Task 3: Kinaesthetic Matching
Subjects' sense of limb movement was evaluated with a kinaesthetic matching task (Figure 1C) (Semrau et al., 2013). Before each trial started, the robot moved the subjects' passive arm to one of three target locations in the workspace. After a random time delay (1500 ± 500 ms), the robot began the trial by moving the passive arm to one of the other targets at a preset speed. From target-to-target, the robot moved 20 cm with a bell-shaped velocity profile (peak speed of 0.28 m/s). As soon as subjects felt movement of the passive arm, they were to mirror-match the speed, direction and magnitude of the movement with the opposite arm (active arm). In all patients, we tested the perception of movement in the arm opposite the side of the DBS implant (the passive arm) and they mirror-matched with their unaffected arm (active arm). Control subjects were tested on both arms.
Task 1: Visually Guided Reaching
Data were analyzed with metrics used to quantify goal-directed reaching (Coderre et al., 2010; Debert et al., 2012; Dukelow et al., 2012) as well as metrics developed specifically to look at tremor. Briefly, we measured Postural Speed (PS), speed of the hand during rest phases of movement; Reaching Initial Direction Error (R-IDE), the amount of angular displacement during initial phase of movement; Reaction Time (RT), time from peripheral target appearance to movement initiation; Movement Time (MT), total time for subjects to complete the movement; and Max Speed (MS), peak hand speed of the movement. Additionally, we measured the effect of tremor on corrective distance after initial phase of movement (Corrective Path Length, CPL).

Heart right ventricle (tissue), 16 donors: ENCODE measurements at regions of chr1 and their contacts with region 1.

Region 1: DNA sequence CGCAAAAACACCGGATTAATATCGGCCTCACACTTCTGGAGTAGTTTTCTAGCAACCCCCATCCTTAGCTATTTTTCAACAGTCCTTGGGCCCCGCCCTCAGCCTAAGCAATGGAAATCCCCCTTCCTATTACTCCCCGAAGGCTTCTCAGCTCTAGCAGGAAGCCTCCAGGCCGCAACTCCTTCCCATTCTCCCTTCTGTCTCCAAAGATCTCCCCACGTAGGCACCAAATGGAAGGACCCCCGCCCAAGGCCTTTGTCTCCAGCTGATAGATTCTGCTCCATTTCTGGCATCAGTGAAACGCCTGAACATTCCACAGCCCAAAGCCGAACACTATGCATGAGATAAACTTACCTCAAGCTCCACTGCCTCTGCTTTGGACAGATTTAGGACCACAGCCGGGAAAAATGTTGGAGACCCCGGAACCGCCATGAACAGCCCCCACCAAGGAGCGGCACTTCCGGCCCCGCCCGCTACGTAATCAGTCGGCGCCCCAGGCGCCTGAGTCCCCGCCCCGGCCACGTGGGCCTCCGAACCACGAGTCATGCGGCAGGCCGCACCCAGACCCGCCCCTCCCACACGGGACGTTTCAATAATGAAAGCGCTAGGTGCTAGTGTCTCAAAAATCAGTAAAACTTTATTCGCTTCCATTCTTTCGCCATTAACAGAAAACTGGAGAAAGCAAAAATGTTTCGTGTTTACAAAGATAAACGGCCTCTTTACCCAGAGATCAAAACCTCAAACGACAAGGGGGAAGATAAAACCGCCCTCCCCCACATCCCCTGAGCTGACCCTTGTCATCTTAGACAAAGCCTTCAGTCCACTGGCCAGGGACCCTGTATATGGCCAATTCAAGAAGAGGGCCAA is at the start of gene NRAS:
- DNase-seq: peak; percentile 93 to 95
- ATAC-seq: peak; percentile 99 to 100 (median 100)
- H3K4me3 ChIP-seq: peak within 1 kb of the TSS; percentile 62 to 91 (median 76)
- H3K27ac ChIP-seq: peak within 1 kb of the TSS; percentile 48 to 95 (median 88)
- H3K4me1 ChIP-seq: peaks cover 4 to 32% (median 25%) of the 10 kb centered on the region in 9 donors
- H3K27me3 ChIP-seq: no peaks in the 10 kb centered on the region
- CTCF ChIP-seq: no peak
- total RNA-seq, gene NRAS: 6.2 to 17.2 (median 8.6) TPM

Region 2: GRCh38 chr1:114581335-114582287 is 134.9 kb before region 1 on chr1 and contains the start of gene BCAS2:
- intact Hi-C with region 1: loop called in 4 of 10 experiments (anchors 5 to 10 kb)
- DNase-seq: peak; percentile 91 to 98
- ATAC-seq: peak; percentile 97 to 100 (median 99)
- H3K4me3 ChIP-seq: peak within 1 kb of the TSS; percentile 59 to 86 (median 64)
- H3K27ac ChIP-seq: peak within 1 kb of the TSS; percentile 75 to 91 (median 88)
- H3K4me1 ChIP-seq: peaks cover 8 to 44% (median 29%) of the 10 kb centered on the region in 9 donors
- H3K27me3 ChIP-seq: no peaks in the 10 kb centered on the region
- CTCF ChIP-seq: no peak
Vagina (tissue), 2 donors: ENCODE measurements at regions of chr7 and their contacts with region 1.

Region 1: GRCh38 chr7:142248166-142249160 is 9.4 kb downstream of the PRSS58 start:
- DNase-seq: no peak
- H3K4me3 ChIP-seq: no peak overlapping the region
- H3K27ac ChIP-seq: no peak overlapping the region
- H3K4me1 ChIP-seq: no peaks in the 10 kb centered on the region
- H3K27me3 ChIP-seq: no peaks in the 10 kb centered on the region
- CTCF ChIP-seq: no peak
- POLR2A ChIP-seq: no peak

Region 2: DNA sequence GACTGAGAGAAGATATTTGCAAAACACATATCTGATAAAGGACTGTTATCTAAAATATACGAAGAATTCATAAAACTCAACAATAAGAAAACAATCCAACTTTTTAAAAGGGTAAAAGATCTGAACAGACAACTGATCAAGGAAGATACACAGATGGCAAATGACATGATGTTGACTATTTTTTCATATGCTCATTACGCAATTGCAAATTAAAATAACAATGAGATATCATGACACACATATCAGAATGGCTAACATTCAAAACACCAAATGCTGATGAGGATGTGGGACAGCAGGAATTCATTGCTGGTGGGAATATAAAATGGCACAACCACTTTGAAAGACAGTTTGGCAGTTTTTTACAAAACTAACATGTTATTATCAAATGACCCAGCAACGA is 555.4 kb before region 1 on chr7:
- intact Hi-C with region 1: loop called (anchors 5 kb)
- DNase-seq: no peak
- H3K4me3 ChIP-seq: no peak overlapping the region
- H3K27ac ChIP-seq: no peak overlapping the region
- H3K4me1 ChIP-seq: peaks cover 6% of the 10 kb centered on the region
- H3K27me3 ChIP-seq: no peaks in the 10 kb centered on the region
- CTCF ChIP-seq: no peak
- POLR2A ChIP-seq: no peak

Task 2: Position Matching
The metrics used to quantify position matching behavior have been previously described (Dukelow et al., 2010, 2012; Debert et al., 2012). Briefly, three measures summarized position sense: Variability (Var) in end point location; Systematic shifts (Shift) of the active hand relative to mirrored position of the passive hand (translation of workspace); and Contraction/Expansion Ratio (C/E), which quantified the ratio of area matched by the active hand relative to area of the passive hand.
Task 3: Kinaesthetic Matching
Kinaesthetic behavior was quantified with several parameters that captured both spatial and temporal components of movement perception (Semrau et al., 2013). Response Latency (RL) was computed as the difference in time from robotic movement initiation in the passive arm and movement onset of the active arm. Peak Speed Ratio (PSR) was computed as the ratio between the maximum hand speed of the active and passive arms. A ratio of 1 indicated perfect matching, with a ratio of <1 indicating the active arm moved slower than the passive arm. Kinaesthetic Initial Direction Error (K-IDE) quantified sense of direction by measuring absolute angular deviation at peak hand speed between the active and passive arms. Path Length Ratio (PLR) quantified subjects' ability to match the distance of the passive movement, and was calculated by dividing total movement length of the subject's active arm by the length moved by the passive arm. A ratio of 1 indicated perfect matching, with a ratio of <1 indicating the active arm moved short than the passive arm.